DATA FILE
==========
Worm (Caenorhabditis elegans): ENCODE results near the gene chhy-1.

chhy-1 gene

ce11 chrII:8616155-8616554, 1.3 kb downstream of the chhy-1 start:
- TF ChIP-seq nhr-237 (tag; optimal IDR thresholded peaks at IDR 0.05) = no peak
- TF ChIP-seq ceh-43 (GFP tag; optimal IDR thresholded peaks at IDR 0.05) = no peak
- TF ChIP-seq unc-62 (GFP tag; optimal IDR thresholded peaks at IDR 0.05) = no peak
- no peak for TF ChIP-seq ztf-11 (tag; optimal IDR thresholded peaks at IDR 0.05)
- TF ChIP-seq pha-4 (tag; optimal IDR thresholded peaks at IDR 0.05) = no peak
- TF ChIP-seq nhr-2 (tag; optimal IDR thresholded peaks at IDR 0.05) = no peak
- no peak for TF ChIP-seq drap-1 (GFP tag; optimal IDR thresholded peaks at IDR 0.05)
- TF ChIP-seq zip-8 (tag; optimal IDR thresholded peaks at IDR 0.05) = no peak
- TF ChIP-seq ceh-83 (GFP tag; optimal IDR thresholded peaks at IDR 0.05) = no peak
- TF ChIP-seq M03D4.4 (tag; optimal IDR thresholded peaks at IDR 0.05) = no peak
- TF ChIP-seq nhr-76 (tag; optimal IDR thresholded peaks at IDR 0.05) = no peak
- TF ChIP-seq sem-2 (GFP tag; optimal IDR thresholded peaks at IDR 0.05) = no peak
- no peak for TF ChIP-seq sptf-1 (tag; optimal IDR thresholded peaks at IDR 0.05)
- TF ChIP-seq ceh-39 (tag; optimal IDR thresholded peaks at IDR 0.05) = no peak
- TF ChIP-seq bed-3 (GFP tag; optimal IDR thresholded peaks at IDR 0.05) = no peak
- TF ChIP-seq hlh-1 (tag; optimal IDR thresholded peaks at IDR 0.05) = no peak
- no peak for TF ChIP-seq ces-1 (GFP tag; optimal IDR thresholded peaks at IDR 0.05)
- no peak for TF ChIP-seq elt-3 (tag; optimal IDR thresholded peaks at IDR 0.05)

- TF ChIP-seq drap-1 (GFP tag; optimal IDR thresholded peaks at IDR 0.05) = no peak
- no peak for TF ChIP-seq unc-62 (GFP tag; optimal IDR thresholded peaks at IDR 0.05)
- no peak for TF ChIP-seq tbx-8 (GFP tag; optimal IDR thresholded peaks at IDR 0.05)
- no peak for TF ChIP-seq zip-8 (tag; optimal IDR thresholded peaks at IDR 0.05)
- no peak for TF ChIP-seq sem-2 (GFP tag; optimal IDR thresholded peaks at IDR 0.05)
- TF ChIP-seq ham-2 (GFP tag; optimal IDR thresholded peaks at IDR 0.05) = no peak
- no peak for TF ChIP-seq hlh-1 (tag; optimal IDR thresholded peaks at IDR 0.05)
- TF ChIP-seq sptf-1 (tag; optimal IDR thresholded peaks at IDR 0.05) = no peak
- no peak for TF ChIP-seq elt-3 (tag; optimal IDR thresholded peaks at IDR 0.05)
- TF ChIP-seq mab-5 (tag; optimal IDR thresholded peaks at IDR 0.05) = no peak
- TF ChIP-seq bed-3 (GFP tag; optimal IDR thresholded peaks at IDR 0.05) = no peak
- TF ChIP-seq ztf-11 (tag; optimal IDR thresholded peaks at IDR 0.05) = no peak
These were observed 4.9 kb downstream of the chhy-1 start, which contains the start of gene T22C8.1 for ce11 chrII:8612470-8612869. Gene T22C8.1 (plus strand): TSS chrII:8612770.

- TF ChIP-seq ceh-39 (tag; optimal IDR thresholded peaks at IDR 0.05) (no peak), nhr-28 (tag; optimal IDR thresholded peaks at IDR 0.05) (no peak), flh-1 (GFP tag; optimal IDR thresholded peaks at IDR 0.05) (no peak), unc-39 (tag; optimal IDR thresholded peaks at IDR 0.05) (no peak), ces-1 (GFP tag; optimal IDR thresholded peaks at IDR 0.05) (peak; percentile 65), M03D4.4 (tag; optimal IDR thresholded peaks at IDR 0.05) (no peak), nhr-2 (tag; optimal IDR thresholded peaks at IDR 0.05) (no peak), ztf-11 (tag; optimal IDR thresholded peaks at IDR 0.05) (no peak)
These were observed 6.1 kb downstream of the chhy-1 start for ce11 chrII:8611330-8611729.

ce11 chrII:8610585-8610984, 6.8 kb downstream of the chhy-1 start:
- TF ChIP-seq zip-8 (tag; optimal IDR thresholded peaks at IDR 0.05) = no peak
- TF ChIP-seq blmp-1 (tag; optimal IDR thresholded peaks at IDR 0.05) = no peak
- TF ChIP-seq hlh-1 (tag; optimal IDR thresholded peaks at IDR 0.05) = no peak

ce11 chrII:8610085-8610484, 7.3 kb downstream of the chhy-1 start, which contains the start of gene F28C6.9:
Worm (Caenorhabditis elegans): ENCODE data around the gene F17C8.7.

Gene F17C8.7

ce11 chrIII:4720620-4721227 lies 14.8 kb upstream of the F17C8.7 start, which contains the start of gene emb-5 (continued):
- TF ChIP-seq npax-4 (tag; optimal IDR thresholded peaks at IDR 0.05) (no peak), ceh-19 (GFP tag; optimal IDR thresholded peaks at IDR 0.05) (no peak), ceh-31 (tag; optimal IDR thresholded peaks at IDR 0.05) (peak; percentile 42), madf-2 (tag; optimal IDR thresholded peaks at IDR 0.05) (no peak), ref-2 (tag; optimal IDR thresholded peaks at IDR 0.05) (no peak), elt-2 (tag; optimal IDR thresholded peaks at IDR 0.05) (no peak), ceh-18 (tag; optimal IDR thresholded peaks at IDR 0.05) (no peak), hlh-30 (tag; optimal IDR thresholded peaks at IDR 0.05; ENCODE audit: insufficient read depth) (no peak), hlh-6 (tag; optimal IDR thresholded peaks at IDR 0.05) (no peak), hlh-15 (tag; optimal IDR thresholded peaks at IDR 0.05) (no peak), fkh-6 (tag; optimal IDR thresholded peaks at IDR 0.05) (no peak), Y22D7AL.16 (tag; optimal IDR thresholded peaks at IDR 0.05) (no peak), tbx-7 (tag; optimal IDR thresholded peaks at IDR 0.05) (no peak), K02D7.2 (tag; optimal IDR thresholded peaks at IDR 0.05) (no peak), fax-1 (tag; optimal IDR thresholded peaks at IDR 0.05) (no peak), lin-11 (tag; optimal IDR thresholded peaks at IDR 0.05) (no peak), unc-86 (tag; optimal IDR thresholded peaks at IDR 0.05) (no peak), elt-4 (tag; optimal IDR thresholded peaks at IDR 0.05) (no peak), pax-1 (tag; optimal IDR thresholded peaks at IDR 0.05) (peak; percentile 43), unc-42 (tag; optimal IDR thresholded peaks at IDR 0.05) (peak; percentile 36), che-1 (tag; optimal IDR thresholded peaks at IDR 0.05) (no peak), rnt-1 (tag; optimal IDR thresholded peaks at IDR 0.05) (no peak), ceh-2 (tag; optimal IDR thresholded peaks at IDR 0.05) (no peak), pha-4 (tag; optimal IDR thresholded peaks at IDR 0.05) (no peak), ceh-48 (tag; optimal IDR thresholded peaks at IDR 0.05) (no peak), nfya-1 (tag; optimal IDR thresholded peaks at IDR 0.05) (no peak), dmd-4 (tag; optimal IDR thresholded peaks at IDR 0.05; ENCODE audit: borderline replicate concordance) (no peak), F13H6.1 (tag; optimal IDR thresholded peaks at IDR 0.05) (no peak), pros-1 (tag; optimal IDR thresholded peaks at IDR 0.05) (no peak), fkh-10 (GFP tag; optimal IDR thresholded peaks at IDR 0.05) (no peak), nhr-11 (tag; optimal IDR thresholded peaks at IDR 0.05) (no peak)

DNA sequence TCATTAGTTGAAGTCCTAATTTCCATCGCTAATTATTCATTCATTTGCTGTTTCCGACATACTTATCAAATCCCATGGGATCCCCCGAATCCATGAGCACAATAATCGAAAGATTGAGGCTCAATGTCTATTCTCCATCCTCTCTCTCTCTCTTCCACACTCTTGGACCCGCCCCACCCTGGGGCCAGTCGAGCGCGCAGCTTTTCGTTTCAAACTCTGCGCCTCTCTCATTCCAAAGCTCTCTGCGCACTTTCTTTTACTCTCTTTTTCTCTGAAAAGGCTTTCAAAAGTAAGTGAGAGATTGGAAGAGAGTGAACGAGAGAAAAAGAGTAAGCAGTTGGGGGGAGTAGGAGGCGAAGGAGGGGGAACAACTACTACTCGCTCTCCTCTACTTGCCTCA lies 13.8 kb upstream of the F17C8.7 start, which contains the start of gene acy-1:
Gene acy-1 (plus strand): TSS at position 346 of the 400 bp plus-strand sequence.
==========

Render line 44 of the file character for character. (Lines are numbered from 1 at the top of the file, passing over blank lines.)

ce11 chrIII:4720620-4721227 lies 14.8 kb upstream of the F17C8.7 start, which contains the start of gene emb-5 (continued):